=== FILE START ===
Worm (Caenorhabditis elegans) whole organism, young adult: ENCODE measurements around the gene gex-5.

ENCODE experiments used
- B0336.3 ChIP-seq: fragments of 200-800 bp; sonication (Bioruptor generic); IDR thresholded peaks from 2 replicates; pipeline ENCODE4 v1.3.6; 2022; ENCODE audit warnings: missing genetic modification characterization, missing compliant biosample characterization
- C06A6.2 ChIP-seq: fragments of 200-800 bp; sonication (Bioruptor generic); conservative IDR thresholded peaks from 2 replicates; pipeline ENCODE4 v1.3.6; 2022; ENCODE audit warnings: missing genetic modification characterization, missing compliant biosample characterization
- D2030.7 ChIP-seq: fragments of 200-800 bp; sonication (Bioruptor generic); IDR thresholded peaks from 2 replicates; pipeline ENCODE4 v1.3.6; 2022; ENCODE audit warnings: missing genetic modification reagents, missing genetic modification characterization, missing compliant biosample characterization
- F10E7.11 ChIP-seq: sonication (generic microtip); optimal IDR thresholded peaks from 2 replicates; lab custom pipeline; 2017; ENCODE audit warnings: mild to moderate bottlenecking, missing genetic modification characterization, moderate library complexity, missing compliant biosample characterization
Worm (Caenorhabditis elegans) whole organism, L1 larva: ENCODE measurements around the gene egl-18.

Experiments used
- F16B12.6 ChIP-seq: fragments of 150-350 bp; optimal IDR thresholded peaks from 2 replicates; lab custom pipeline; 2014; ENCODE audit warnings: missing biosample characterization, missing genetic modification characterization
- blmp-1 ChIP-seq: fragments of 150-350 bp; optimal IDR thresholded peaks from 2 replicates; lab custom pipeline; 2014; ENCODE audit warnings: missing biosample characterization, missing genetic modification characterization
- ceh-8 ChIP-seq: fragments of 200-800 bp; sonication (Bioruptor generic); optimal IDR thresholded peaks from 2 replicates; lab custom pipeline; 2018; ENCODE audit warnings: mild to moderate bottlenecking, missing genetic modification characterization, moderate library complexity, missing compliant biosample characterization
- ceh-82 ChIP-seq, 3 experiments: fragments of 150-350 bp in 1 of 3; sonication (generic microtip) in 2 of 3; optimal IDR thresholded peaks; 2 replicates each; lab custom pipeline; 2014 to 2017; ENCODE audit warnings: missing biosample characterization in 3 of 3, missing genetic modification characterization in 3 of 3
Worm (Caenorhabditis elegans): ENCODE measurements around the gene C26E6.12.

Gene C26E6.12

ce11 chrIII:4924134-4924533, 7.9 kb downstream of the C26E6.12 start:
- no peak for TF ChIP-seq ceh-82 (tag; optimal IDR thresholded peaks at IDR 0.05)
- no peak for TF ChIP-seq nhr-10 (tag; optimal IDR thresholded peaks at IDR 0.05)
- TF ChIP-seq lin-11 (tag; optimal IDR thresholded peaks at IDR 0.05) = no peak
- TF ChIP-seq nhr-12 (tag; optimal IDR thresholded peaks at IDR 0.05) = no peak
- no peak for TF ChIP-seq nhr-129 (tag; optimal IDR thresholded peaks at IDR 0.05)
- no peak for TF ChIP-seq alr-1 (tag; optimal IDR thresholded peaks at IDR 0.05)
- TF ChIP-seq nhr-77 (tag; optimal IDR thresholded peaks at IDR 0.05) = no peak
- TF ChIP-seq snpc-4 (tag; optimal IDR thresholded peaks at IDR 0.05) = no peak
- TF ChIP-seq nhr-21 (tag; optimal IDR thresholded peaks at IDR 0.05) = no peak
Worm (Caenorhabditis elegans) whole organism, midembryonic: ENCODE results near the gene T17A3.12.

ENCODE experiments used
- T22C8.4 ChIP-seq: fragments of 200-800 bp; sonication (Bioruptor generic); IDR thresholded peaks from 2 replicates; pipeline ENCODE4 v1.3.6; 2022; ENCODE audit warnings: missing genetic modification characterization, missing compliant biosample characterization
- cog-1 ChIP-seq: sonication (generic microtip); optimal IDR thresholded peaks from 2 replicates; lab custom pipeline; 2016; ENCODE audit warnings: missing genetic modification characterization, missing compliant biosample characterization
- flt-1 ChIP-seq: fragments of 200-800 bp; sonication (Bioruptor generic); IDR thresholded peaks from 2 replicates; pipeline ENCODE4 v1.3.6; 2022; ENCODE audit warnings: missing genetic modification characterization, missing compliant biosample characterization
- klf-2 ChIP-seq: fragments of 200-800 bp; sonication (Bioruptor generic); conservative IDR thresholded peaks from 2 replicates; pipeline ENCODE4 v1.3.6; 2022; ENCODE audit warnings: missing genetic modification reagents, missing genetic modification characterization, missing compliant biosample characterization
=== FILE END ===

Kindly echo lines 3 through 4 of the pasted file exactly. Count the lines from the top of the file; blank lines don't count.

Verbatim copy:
- B0336.3 ChIP-seq: fragments of 200-800 bp; sonication (Bioruptor generic); IDR thresholded peaks from 2 replicates; pipeline ENCODE4 v1.3.6; 2022; ENCODE audit warnings: missing genetic modification characterization, missing compliant biosample characterization
- C06A6.2 ChIP-seq: fragments of 200-800 bp; sonication (Bioruptor generic); conservative IDR thresholded peaks from 2 replicates; pipeline ENCODE4 v1.3.6; 2022; ENCODE audit warnings: missing genetic modification characterization, missing compliant biosample characterization